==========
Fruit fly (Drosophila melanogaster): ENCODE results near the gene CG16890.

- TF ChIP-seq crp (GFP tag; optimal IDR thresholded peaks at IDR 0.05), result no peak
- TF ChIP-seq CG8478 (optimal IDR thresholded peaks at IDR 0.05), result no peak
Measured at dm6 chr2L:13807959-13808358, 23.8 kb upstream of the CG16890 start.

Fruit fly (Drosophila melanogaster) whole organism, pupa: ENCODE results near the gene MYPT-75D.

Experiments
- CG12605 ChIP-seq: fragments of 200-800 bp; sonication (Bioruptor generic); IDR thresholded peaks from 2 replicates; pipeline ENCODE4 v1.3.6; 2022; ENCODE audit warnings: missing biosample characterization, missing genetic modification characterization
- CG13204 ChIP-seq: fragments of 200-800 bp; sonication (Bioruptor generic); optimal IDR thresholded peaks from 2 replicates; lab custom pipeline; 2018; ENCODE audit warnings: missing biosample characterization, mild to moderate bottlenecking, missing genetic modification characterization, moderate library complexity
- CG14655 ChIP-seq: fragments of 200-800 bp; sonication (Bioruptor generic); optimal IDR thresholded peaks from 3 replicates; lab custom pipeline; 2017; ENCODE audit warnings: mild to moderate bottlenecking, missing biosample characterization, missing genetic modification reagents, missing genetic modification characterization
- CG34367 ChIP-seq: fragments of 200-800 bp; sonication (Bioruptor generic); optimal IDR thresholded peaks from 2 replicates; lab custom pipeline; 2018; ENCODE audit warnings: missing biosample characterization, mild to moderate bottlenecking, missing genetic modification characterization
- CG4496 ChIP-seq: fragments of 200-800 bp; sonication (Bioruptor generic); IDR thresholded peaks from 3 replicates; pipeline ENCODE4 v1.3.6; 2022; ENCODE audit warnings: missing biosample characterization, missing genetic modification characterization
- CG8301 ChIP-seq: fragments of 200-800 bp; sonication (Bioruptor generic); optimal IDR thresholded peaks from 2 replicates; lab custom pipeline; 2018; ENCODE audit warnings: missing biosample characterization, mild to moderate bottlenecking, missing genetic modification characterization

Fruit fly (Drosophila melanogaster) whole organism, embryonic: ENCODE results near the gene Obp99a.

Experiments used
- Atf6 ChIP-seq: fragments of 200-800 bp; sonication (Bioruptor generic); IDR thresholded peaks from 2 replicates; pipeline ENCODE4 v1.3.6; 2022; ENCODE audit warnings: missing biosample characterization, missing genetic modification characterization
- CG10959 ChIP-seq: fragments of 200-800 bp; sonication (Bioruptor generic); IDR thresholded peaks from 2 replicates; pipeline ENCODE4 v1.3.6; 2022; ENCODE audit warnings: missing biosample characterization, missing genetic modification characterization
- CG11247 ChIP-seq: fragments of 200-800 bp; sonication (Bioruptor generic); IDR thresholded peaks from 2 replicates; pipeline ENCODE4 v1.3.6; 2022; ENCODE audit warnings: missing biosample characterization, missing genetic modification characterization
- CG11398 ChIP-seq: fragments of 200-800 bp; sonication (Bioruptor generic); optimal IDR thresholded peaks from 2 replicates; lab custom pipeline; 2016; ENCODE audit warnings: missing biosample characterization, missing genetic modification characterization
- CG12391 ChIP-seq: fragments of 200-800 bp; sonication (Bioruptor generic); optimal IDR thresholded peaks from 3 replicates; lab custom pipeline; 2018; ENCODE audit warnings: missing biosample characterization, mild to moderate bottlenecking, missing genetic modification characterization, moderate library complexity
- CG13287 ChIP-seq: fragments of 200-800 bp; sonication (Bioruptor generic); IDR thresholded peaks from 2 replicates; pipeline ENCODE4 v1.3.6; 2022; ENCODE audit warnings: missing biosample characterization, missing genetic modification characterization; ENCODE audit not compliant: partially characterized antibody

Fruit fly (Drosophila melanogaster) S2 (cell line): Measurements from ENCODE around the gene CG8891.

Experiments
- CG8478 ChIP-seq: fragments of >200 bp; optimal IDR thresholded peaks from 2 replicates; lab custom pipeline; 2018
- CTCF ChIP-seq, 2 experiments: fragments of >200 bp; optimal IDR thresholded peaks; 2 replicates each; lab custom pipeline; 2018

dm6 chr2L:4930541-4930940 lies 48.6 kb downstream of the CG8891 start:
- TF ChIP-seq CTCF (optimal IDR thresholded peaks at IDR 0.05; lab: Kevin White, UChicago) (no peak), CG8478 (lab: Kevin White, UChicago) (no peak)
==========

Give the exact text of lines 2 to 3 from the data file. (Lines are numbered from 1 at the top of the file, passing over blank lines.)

- TF ChIP-seq crp (GFP tag; optimal IDR thresholded peaks at IDR 0.05), result no peak
- TF ChIP-seq CG8478 (optimal IDR thresholded peaks at IDR 0.05), result no peak